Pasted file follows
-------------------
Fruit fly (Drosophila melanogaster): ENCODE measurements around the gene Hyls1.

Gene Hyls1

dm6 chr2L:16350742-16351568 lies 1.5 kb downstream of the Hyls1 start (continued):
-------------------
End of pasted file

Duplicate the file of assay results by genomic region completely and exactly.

Fruit fly (Drosophila melanogaster): ENCODE measurements around the gene Hyls1.

Gene Hyls1

dm6 chr2L:16350742-16351568 lies 1.5 kb downstream of the Hyls1 start (continued):